We just commemorated our service men and women on Veterans Day. Unless you are a Vet, it’s hard to understand the commitment that military service requires. There are over 25 million Vets in this country. Thanks to President Franklin Roosevelt (in 1944), Vet’s can get assistance in buying homes as a reward for their service to all of us. Known as the GI Bill of Rights, the VA Loan became law in 1944 and gives Vets who served on active duty and have a discharge other than dishonorable after a minimum of 90 days of service during wartime or a minimum of 181 continuous during peacetime. There is a two year requirement if the Vet enlisted and began service after Sept. 7th, 1980 or was an officer and began service after Oct. 16th, 1981. There is also a six year requirement for National guards and reservists.
The G.I. Bill offers education and housing benefits to Vets. The big deal for potential buyers is that Vet’s don’t have to put a single dime down as a down payment in order to purchase a property, whereas the minimum down these days for a non-Vet buyer for an FHA loan is 3.5%. A VA loan pretty much has the same requirements of all loans: 1) you still have to have a job and good job history; 2) you have to have decent credit; and 3) you have to live in the property. VA loans are made by any licensed bank, credit union or loan/mortgage company.
It’s really important for any Vet to work with a good lender when applying for a VA loan, as there is another layer of paperwork to the mortgage process-proving your military service and getting the right forms out of the Veterans Administration. A savvy lender will help you track down your discharge paperwork (DD-214 form) if it’s been lost through the Veterans Administration. I have always found the Veterans Administration willing to go overboard to help get a Vet into a home and expedite any paperwork needed.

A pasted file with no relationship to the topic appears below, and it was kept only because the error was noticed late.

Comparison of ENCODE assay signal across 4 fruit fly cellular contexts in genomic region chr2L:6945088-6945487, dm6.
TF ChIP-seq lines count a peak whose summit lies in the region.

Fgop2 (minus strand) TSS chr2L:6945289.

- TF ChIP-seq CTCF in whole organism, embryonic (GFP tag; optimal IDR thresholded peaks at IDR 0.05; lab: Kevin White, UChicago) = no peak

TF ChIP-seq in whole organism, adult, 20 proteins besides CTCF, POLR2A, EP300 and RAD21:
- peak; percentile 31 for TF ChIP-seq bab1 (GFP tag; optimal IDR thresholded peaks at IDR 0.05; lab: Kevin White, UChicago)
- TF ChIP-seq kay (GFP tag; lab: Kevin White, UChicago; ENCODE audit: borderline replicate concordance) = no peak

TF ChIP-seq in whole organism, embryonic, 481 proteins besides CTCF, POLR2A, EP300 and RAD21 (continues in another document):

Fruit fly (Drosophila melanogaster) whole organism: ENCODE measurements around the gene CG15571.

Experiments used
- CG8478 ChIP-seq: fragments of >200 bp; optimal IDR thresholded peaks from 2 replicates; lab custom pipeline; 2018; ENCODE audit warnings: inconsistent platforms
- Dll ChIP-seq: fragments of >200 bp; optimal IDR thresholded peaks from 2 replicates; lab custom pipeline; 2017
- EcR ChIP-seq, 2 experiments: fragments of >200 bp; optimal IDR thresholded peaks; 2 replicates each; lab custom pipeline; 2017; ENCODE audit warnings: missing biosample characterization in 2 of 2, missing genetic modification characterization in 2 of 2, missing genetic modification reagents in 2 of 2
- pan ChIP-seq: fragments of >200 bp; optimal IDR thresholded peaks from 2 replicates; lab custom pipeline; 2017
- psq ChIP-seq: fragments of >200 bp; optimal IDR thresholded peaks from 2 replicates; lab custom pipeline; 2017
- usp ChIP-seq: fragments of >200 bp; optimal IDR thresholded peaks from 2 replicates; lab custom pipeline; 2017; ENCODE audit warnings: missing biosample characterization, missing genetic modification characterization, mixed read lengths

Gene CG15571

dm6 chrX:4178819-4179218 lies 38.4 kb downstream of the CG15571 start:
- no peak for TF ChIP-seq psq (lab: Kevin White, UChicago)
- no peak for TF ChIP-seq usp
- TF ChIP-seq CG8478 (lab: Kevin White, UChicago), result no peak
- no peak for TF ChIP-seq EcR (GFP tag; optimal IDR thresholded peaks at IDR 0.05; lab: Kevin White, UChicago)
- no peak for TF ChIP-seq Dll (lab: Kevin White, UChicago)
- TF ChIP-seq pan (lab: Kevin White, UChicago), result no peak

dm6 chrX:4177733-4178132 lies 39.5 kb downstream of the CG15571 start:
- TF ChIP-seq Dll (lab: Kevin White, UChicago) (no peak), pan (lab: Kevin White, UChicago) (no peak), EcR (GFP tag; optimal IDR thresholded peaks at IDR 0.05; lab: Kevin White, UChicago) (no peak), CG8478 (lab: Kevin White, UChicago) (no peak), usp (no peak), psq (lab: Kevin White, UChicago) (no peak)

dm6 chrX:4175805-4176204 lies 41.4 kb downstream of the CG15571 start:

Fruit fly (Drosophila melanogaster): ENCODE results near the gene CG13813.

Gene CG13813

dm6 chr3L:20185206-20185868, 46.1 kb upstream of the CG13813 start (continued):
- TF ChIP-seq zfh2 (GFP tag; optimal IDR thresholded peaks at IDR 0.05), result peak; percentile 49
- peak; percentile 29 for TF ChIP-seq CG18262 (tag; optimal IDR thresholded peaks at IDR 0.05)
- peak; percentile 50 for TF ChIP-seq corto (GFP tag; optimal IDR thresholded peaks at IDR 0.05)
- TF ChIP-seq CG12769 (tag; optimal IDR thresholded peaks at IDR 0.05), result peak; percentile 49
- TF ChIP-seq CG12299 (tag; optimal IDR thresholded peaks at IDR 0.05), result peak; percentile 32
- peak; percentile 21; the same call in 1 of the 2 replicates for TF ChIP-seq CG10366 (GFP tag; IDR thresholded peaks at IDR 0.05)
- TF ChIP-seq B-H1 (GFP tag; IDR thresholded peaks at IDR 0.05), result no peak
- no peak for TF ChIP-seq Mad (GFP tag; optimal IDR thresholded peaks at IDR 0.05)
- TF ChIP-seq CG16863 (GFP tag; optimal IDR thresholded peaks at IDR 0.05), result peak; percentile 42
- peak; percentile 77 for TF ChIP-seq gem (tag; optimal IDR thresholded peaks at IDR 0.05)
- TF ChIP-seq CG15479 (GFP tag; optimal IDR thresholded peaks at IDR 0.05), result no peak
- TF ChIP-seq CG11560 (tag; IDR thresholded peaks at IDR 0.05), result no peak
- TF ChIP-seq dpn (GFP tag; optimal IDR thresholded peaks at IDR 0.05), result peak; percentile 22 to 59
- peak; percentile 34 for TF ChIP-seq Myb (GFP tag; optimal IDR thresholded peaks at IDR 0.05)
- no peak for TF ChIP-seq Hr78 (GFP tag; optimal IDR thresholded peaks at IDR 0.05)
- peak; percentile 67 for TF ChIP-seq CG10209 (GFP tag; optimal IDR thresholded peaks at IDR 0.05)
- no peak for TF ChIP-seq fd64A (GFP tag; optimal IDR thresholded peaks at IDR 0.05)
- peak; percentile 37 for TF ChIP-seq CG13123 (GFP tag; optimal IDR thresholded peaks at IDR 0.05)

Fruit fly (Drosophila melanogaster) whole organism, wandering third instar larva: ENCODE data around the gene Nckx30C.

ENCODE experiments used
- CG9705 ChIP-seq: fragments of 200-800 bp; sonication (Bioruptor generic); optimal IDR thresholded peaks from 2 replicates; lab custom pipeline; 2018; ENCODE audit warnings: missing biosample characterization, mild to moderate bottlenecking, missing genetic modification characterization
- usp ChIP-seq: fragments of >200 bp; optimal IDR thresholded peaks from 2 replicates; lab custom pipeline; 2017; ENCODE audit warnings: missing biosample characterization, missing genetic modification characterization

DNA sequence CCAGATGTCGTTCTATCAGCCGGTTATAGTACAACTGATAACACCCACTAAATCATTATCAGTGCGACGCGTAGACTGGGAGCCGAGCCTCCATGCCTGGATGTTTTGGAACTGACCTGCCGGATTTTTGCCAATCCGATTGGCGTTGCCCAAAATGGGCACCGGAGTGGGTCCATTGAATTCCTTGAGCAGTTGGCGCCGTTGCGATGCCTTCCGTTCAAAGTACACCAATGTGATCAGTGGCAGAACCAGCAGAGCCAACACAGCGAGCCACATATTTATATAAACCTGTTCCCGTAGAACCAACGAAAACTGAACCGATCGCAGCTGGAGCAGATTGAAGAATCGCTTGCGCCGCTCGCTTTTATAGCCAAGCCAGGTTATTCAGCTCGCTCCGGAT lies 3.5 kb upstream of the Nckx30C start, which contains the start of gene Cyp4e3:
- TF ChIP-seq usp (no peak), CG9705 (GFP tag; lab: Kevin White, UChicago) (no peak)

A VA loan can be used to buy a house, a townhome, or a condo, or a farm if there is a residence on the land. You can use the loan to build a home from scratch, buy an existing home and improve it simultaneously, or buy a manufactured home and/or lot (the manufactured home must come with the lot, which is rare in some parts of Utah). The Vet can buy property with a married spouse or with another person they aren’t married to, however there are rules about that: 1) the Vet can buy/co-sign with another Vet; 2) the Vet can buy/co-sign with a non-Vet, but there’s a formula used to figure out how much of the Vet’s benefits can be used in the total transaction.
My lender friends tell me that most of the VA loans granted in Utah are used in the Ogden/Tooele areas-close to military operations. I’m always surprised at how many Vet’s don’t understand their benefits in how to buy a home, who think they don’t qualify to use benefits or think they have used their benefits up in a previous purchase. Again, get to a good lender and see how you can buy with no money down. And, thank you from all of us for your service to this country.